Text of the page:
MySQL

MySQL, pronounced either "My S-Q-L" or "My Sequel," is an open source relational database management system. It is based on the structure query language (SQL), which is used for adding, removing, and modifying information in the database. Standard SQL commands, such as ADD, DROP, INSERT, and UPDATE can be used with MySQL.

MySQL can be used for a variety of applications, but is most commonly found on Web servers. A website that uses MySQL may include Web pages that access information from a database. These pages are often referred to as "dynamic," meaning the content of each page is generated from a database as the page loads. Websites that use dynamic Web pages are often referred to as database-driven websites.

Native app

Native apps are installed through an application store (such as Google Play or Apple's App Store). They are developed specifically for one platform, and can take full advantage of all the device features. They can use the camera, the GPS, the accelerometer, the compass, the list of contacts, and so on.

Native code

Also referred to as native language, programming code that is written to run on a specific processor using that processor’s instruction set. In order for that program to run on a different processor than the one intended by the native code, the code must be run through an emulator software program that instructs the computer to mimic the processor the native code is meant for.

Objective orientated programming

A type of programming in which programmers define not only the data type of a data structure, but also the types of operations (functions) that can be applied to the data structure. In this way, the data structure becomes an object that includes both data and functions. In addition, programmers can create relationships between one object and another. For example, objects can inherit characteristics from other objects.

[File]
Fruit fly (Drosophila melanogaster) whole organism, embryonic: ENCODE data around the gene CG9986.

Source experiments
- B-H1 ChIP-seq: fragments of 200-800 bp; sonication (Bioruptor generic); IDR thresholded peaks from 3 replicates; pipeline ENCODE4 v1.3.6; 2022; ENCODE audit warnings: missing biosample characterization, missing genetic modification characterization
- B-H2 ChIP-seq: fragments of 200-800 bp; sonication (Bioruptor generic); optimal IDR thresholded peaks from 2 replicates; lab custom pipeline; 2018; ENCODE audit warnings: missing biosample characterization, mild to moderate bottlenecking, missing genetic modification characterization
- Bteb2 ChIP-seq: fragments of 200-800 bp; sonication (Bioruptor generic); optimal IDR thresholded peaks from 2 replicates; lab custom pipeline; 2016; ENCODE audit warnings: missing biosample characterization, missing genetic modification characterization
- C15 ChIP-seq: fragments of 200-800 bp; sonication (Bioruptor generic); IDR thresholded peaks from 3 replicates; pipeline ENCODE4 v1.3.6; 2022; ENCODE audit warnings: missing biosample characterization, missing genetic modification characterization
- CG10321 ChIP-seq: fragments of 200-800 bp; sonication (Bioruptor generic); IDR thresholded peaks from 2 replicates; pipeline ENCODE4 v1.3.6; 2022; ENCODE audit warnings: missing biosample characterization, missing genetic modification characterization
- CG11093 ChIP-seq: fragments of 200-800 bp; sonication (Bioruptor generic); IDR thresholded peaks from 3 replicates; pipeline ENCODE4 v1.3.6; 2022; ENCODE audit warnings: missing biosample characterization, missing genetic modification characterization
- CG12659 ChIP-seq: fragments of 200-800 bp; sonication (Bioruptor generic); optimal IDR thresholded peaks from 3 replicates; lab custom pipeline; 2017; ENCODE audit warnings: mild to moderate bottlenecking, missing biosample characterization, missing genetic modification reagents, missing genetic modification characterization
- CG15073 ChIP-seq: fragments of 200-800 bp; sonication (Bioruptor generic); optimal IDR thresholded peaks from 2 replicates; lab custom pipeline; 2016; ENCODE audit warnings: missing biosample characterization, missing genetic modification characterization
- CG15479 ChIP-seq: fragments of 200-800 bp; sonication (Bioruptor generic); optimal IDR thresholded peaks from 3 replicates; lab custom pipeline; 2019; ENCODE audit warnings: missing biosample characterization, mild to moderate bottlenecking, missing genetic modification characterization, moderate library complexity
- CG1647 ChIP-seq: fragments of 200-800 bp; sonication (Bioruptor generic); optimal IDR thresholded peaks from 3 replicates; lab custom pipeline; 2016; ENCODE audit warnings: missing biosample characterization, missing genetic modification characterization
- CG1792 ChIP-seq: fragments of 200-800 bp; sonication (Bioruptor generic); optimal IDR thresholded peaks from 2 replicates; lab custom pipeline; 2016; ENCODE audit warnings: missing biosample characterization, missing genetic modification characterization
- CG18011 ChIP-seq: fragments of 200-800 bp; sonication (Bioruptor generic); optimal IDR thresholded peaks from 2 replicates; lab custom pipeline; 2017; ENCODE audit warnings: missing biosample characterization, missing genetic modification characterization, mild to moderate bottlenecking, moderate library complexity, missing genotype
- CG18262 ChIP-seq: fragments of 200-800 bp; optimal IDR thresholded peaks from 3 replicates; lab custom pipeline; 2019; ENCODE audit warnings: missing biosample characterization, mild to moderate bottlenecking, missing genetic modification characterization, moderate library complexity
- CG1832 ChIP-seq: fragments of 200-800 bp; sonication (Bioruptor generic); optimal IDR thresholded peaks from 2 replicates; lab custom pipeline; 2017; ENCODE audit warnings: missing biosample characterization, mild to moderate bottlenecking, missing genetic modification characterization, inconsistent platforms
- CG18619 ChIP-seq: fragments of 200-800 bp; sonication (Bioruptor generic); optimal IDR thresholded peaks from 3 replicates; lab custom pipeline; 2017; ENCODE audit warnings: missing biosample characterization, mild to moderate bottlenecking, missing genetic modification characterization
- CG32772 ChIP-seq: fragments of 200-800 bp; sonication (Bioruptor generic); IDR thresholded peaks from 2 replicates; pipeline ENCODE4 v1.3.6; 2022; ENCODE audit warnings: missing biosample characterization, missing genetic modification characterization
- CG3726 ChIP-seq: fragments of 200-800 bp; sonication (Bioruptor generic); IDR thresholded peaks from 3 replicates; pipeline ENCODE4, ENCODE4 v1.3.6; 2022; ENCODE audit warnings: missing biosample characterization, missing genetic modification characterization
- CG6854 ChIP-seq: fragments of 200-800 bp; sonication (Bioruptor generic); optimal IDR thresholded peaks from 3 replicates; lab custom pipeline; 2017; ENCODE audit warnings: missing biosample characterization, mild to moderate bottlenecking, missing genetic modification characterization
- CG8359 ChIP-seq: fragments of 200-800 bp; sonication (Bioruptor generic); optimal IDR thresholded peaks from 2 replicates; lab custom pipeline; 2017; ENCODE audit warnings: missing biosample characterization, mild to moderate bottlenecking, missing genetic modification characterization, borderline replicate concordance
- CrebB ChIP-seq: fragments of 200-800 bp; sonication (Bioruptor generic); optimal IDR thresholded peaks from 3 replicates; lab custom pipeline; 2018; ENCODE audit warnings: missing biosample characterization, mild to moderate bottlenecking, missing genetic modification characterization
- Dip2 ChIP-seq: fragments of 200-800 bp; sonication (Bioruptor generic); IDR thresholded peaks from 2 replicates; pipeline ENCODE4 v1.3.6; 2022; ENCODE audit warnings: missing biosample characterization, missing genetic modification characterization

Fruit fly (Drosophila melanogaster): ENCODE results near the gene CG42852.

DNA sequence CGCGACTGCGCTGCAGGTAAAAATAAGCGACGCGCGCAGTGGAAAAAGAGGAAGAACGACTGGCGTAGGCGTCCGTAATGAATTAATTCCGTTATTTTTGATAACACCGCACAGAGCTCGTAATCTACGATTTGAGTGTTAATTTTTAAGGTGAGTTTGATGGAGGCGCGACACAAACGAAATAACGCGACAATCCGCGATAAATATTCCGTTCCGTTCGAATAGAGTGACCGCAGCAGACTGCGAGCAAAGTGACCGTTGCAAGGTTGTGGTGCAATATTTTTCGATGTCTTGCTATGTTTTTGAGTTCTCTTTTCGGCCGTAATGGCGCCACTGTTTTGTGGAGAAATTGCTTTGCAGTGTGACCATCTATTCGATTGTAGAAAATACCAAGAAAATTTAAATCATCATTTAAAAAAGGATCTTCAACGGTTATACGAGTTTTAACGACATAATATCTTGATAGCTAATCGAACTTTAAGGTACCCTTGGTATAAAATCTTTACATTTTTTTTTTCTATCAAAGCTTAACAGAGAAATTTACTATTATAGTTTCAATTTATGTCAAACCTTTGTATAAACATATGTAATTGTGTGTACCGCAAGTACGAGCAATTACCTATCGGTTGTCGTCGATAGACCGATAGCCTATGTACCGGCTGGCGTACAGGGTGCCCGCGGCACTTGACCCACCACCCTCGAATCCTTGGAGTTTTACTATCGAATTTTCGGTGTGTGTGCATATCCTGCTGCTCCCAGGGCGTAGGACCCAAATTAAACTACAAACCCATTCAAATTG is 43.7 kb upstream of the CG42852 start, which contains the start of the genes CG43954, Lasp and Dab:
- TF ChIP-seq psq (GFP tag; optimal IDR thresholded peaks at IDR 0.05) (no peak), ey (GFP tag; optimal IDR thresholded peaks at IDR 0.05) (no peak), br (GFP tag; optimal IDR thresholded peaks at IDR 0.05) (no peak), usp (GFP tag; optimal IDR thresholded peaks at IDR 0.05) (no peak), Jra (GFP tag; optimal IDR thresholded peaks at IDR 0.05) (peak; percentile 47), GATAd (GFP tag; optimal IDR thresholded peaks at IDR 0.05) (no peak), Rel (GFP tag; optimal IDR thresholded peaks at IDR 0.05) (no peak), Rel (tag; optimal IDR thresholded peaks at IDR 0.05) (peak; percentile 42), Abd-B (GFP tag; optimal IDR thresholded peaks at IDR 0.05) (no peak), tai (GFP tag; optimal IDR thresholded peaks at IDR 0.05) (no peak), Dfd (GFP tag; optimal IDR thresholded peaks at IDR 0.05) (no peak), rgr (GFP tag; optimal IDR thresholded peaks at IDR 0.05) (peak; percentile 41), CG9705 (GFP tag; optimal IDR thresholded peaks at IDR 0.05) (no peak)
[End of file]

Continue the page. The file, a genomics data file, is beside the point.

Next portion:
Operating Software

Also known as an "OS," this is the software that communicates with computer hardware on the most basic level. Without an operating system, no software programs can run. The OS is what allocates memory, processes tasks, accesses disks and peripherals, and serves as the user interface.

PHP

Self-referentially short for PHP: Hypertext Preprocessor, an open source, server-side, HTML embedded scripting language used to create dynamic Web pages.

Platform

In the computer world, a "platform" typically refers to a computer's operating system. For example, a Dell computer running Windows XP would be considered to be running on a Windows platform. An iMac, on the other hand, runs on the Macintosh platform. It is a more generic way of referring to a computer's operating system than having to specify.

Product Development

Product development is the process of designing, creating and marketing new products or services to benefit customers. Sometimes referred to as new product development, the discipline is focused on developing systematic methods for guiding all the processes involved in getting a new product to market.

Programming

Creating an organized list of instructions that, when executed, causes the computer to behave in a predetermined manner. Without programs, computers are useless.

Python

Python is a programming language commonly used for creating Web applications and software plug-ins. It is designed to be highly readable with an uncluttered visual appearance. Python is similar to other scripting languages like Perl and PHP, but uses English words more frequently and has less punctuation. Programs written in Python can be saved as basic scripts (with a .PY file extension) or compiled programs (with a .PYC extension).

RTF

Stands for "Rich Text Format." RTF is a file format standardized by Microsoft for creating formatted text files. Unlike a basic text file, an RTF file can include information such as text style, size, and color. The nice thing about the RTF format is that it is a universal format, meaning it can be read by nearly all word processors.

Ruby